Brazil Prepares for World Cup on the Back of the City’s Poorest
Everything has to be big, shiny, nice and pretty for the two sporting events. Marcelo Chalreo, leader of the human rights commission of the Rio chapter of Brazil’s bar association, says, “The city has become the object of big business, big interests and mega-events.”
One couple, Dalvaneide Pequeno do Nascimento and her husband, Jucelio de Souza, were given a choice by city officials. Take the deal on a lump-sump compensation package for their house and move into an apartment in a housing project or leave with nothing. Afraid of being left homeless, the couple chose the apartment. They were assigned a one-bedroom unit in a project in the far-off suburb of Campo Grande. The housing project they were placed in is 35 miles away from their former home and even further from the upper-class home where she works as a nanny.
City officials have acknowledged that about 15,000 families were relocated. Rio’s leaders insist that the moves were only done to protect people in areas that were apt to see mudslides and had nothing to do with the World Cup or the Olympics. For the 2016 Olympics though, city officials have shown plans that they intend to resettle 278 families that are currently living on land that will become part of the Olympic Village.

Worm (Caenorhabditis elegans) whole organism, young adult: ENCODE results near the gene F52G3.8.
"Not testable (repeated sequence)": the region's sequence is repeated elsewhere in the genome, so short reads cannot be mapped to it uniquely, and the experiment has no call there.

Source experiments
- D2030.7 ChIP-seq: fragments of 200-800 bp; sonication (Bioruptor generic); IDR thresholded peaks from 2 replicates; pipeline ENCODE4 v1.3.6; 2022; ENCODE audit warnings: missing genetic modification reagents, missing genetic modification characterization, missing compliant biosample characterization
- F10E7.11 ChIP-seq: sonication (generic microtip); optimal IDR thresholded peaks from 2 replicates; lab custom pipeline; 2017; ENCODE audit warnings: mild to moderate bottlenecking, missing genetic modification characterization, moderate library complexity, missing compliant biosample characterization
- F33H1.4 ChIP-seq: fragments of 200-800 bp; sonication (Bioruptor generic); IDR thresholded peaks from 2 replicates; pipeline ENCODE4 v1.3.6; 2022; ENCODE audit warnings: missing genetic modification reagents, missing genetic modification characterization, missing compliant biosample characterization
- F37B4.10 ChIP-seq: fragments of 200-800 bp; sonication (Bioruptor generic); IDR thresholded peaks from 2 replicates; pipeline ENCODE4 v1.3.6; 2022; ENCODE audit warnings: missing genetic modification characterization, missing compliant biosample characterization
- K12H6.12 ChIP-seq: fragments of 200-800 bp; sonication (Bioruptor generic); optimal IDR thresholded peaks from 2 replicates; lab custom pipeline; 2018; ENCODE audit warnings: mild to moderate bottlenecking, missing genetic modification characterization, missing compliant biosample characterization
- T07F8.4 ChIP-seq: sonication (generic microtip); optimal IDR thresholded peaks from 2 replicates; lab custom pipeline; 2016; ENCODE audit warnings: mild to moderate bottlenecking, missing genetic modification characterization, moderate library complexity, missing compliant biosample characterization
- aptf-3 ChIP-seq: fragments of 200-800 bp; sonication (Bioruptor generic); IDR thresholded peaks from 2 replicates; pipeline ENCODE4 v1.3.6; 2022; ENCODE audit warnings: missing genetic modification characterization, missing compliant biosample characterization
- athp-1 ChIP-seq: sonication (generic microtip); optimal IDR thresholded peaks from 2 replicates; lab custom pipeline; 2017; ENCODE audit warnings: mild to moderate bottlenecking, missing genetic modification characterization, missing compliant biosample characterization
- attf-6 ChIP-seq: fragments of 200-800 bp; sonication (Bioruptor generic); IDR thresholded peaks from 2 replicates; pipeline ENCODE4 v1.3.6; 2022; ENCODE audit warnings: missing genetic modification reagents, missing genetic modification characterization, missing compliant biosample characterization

Amnesty International’s side of the story is quite different. AI claims that 19,200 families in Rio and it’s suburbs have been forced out of their homes since 2009. A group that advocates for affected slum residents says the figure is closer to 100,000 families. Evictions and the Olympics go together like carrots and peas. Rio’s worst-case scenario is far less than the 1 million people forcibly relocated for the Beijing Olympics in 2008 or the 720,000 moved before the start of the 1988 Seoul Games.